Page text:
The crossover circuit is intended for use when an existing audio installation is to be extended
by the addition of a subwoofer. Often, this additional loudspeaker isone that has been lying around for some time. If its frequency response extends down far enough, all is well and good, but a filter is then needed to cut off any frequencies above, say, 150 Hz. Often, a subwoofer circuit is an active filter, but here this would necessitate an additional power supply. The present circuit is a passive one, designed so that the speaker signal of the existing system can be used as the input signal.
Subwoofer crossover circuit diagram
Since the bass information is present in both (stereo) loudspeakers, the signal for the sub woofer can simply be tapped from one of them. The network is a 1st order low-pass filter with variable input (P1) and presettable cut-off frequency (P2). The signal from the loudspeaker is applied to terminal ‘LSP’. Voltage divider R1-R2-P1 is designed for use with the output signal of an average output amplifier of around d 50 W.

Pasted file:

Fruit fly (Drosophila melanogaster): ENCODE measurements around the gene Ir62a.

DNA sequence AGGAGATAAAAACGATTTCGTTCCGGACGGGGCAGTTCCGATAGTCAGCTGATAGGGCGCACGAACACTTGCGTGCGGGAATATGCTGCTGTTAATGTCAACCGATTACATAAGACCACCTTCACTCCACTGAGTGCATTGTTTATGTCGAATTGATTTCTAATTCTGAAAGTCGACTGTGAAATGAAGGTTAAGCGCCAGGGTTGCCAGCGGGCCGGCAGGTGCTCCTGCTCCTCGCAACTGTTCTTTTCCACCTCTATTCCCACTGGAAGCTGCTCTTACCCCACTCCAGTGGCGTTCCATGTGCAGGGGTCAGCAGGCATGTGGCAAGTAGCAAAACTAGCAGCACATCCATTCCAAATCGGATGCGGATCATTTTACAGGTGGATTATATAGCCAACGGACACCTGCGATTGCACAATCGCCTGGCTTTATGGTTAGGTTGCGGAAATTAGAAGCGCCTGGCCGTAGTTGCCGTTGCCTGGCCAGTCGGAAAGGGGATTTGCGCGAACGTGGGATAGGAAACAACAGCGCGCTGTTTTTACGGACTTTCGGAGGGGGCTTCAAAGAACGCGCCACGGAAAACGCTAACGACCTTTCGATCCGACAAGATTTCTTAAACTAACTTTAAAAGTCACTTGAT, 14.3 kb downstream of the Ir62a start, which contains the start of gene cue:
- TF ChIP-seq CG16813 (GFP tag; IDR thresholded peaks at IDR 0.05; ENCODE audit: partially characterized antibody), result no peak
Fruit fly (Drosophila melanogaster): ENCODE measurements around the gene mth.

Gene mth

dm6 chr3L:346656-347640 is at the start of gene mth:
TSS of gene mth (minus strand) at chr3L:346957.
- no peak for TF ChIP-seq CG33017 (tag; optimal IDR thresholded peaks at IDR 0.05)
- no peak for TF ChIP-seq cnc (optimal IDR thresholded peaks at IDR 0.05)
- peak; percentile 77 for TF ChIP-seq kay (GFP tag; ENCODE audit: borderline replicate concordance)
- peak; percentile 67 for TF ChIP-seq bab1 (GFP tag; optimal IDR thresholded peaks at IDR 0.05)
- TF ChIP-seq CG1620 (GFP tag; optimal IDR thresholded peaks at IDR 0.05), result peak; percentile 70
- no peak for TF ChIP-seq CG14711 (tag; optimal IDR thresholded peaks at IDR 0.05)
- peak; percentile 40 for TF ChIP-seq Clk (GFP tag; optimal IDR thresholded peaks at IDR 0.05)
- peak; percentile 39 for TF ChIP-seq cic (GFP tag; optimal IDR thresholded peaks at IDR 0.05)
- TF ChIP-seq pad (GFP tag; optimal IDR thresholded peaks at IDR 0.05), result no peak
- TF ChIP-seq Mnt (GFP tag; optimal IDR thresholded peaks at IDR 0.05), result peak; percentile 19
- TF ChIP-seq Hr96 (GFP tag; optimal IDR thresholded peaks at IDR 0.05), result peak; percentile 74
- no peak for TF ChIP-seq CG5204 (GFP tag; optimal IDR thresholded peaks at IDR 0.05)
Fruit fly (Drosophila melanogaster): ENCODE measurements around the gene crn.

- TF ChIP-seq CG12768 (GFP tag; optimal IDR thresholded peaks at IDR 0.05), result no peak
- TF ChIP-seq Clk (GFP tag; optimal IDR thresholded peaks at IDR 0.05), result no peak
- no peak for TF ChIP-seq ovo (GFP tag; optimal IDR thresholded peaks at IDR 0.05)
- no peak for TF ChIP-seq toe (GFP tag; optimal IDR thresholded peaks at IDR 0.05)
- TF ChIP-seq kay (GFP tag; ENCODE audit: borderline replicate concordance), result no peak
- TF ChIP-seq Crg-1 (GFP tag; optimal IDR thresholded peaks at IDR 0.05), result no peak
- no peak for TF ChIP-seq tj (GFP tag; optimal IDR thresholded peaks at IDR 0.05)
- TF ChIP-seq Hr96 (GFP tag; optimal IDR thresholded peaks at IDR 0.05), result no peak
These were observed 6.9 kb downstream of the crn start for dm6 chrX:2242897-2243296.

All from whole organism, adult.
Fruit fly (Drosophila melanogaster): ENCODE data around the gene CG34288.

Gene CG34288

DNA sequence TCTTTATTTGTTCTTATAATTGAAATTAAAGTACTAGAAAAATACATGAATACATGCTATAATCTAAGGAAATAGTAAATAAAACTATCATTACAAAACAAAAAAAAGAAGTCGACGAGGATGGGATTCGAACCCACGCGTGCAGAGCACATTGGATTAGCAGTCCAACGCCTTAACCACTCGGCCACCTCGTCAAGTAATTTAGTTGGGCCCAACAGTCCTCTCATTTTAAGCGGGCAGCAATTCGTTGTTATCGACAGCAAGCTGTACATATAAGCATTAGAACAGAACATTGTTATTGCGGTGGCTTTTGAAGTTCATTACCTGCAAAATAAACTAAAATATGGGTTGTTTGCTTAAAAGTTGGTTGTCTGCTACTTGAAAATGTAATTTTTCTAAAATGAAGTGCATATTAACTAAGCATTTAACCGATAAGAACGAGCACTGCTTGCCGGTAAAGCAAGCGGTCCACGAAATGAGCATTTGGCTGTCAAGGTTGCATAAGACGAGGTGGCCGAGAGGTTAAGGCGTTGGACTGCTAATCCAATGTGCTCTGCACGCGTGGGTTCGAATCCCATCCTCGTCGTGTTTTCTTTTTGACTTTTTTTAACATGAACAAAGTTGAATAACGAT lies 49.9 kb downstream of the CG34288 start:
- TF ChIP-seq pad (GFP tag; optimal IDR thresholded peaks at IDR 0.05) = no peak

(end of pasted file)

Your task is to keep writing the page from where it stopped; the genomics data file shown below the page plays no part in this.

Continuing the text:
The crossover frequency of the network may be varied between 50 Hz and 160 Hz with P2. The values of R3, P2, and C1, are calculated on the assumption that the subwoofer amplifier to be connected to K1 has a standard input resistance of 47 kΩ.
If this figure is lower, the value of C1 will need to be increased slightly. It is advisable to open the volume of the subwoofer amplifier fully and adjust the sound level with P1. This ensures that the input of the subwoofer booster cannot be overloaded or damaged. Make sure that the ground of the loudspeaker signal line is linked to the ground of the subwoofer amplifier. If phase reversal is required, this is best done by reversing the wires to the subwoofer. If notwithstanding the above additional protection is desired at the input of the subwoofer amplifier, this is best effected by ‘overload protection ’.